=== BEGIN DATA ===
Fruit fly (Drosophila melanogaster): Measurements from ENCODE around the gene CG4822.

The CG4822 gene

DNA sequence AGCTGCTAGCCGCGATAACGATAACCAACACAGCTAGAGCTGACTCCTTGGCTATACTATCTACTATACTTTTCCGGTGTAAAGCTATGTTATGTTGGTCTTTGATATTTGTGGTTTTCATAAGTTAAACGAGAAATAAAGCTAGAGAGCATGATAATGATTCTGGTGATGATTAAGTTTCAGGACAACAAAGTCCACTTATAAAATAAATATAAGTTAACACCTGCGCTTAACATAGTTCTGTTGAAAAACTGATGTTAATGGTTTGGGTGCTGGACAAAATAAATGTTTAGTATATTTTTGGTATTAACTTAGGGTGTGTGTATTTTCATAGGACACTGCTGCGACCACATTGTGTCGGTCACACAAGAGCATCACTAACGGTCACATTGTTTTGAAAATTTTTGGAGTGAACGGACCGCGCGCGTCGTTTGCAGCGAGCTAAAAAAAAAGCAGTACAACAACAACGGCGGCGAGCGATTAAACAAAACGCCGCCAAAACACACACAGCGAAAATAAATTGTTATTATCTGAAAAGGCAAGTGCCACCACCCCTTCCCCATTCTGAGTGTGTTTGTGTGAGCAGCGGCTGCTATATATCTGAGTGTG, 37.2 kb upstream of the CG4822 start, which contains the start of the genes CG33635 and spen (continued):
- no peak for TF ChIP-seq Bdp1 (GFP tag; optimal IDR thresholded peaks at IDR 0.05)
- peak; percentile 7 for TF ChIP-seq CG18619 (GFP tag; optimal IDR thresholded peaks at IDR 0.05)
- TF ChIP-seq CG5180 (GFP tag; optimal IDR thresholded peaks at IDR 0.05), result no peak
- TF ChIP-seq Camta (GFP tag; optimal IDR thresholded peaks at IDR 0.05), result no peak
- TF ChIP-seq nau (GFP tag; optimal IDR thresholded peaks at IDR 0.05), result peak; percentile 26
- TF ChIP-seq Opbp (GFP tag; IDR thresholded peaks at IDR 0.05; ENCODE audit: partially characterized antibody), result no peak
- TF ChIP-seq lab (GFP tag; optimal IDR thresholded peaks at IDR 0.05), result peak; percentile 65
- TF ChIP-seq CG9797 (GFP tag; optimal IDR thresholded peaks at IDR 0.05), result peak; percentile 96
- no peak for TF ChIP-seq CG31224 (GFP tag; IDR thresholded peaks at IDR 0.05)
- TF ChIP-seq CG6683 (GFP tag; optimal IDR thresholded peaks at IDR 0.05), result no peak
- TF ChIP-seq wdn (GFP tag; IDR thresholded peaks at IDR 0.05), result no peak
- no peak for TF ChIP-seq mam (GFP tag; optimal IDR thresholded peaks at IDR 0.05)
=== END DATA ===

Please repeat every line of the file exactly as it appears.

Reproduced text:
Fruit fly (Drosophila melanogaster): Measurements from ENCODE around the gene CG4822.

The CG4822 gene

DNA sequence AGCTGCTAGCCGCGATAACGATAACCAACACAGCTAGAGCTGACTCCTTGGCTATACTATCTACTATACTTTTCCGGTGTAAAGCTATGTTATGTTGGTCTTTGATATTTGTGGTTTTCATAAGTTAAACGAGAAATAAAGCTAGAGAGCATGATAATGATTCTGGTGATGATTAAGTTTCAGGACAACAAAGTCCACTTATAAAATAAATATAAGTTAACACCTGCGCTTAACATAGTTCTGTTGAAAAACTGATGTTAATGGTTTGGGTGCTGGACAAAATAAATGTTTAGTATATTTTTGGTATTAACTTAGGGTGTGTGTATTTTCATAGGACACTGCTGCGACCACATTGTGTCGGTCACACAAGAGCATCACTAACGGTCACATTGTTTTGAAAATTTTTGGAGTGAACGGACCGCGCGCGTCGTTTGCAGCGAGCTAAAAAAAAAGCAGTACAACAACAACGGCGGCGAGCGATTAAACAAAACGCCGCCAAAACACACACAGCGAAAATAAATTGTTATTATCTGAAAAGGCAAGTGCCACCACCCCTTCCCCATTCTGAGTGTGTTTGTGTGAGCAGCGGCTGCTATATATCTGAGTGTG, 37.2 kb upstream of the CG4822 start, which contains the start of the genes CG33635 and spen (continued):
- no peak for TF ChIP-seq Bdp1 (GFP tag; optimal IDR thresholded peaks at IDR 0.05)
- peak; percentile 7 for TF ChIP-seq CG18619 (GFP tag; optimal IDR thresholded peaks at IDR 0.05)
- TF ChIP-seq CG5180 (GFP tag; optimal IDR thresholded peaks at IDR 0.05), result no peak
- TF ChIP-seq Camta (GFP tag; optimal IDR thresholded peaks at IDR 0.05), result no peak
- TF ChIP-seq nau (GFP tag; optimal IDR thresholded peaks at IDR 0.05), result peak; percentile 26
- TF ChIP-seq Opbp (GFP tag; IDR thresholded peaks at IDR 0.05; ENCODE audit: partially characterized antibody), result no peak
- TF ChIP-seq lab (GFP tag; optimal IDR thresholded peaks at IDR 0.05), result peak; percentile 65
- TF ChIP-seq CG9797 (GFP tag; optimal IDR thresholded peaks at IDR 0.05), result peak; percentile 96
- no peak for TF ChIP-seq CG31224 (GFP tag; IDR thresholded peaks at IDR 0.05)
- TF ChIP-seq CG6683 (GFP tag; optimal IDR thresholded peaks at IDR 0.05), result no peak
- TF ChIP-seq wdn (GFP tag; IDR thresholded peaks at IDR 0.05), result no peak
- no peak for TF ChIP-seq mam (GFP tag; optimal IDR thresholded peaks at IDR 0.05)